Writer knows his subject well. One of his previous novels, Razor, about the notorious razor gangs of Sydney’s underworld, has been adapted for a new Channel 9 TV series of Underbelly which is currently in production.

Writer does admit it was common knowledge that Bumper used to take some kick-backs from his  days on the beat but he’d pass on most of it on to what Bumper reckoned were worthy causes…such as families doing it tough during the Depression or the nuns from the local convent.

But was he a corrupt copper whose fearsome crime-busting reputation made his superiors look the other way?

“No,” says Writer. “I spoke at length to respected anti-corruption campaigner Bob Bottom about this and if anyone would have the dirt on Bumper he would but he said in all his years of investigations into police graft and corruption, not once was there a reference either on intercept tapes or in written interviews of Bumper Farrell involved in widespread bribery and corruption,” Writer said.

“In fact, it’s common knowledge that the day after Bumper retired, he started work on the front security desk at News Limited’s Holt St, Surry Hills office.”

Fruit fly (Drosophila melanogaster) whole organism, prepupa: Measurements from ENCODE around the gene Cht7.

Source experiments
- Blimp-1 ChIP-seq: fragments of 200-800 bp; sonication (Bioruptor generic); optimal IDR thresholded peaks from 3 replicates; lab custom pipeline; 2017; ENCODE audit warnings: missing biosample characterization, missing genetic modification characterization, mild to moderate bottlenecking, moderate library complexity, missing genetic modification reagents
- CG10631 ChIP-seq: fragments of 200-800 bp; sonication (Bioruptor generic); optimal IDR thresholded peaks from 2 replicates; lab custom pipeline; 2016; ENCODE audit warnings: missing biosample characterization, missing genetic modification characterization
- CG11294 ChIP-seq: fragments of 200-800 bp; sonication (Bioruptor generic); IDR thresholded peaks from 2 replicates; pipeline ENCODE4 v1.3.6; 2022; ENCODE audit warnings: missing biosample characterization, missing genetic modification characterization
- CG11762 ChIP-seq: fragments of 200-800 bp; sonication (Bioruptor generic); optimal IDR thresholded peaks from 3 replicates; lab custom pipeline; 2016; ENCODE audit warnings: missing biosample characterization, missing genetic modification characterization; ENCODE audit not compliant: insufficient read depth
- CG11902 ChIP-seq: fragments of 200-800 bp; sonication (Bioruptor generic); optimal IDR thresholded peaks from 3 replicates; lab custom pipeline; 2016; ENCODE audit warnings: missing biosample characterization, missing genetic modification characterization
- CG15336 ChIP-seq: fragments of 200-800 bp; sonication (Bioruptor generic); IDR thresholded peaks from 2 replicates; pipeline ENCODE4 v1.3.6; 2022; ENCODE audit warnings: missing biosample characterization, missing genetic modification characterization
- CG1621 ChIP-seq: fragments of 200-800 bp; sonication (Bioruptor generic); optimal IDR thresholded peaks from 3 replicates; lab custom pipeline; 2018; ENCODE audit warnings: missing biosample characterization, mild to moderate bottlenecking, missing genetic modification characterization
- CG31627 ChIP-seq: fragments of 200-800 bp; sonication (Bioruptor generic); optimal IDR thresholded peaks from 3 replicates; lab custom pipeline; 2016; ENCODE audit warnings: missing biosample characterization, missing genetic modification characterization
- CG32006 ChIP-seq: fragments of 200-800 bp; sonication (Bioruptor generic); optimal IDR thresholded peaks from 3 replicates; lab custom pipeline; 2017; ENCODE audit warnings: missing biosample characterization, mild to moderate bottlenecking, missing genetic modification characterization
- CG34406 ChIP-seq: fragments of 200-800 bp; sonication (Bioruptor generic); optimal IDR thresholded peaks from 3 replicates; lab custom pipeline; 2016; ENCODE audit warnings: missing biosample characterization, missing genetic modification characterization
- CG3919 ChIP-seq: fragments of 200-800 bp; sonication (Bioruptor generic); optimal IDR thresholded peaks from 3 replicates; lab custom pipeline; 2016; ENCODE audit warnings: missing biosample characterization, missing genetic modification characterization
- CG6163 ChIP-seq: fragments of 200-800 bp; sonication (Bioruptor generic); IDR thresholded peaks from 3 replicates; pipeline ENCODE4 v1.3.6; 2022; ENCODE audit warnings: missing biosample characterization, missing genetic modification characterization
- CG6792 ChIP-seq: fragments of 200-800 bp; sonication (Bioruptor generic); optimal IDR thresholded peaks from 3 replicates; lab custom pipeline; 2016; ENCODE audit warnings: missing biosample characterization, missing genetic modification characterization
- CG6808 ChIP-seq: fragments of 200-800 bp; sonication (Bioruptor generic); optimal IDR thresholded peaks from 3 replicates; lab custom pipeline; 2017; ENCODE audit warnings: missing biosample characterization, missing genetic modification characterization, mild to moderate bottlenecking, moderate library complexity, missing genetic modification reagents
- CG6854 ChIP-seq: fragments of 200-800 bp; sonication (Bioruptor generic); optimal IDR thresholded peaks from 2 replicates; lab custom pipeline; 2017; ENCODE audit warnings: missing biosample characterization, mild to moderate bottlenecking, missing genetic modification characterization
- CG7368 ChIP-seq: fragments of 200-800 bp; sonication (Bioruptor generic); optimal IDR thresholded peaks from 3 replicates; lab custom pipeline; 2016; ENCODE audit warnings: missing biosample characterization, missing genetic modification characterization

Back to Adair’s work and he admits that there are many similarities between the sordid streets of the Sydney of his novel and those of Kings Cross and the inner-city of the 30s, 40 and 50s.

“Bumper would certainly have fitted into the milieu of The Patterer and probably vice versa,” he admits.

But the last word must go to Bumper and THAT notorious incident which dogged him throughout his life…did he really bite off the ear of opposing prop Bill McRitchie during a vicious game between Newtown and St George on Saturday, July 28, 1945?

“Well, that’s the abiding mystery…never to be solved now that Bumper has gone but, despite overwhelming evidence, Bumper stoutly denied the allegation right throughout his life and even many years after he had retired from the police force, he still refused to say what really happened,” Writer says. 

Picture; Sydney author Robin Adair at his trusty old typewriter which he still uses to write his colonial-era novels 

1 Comment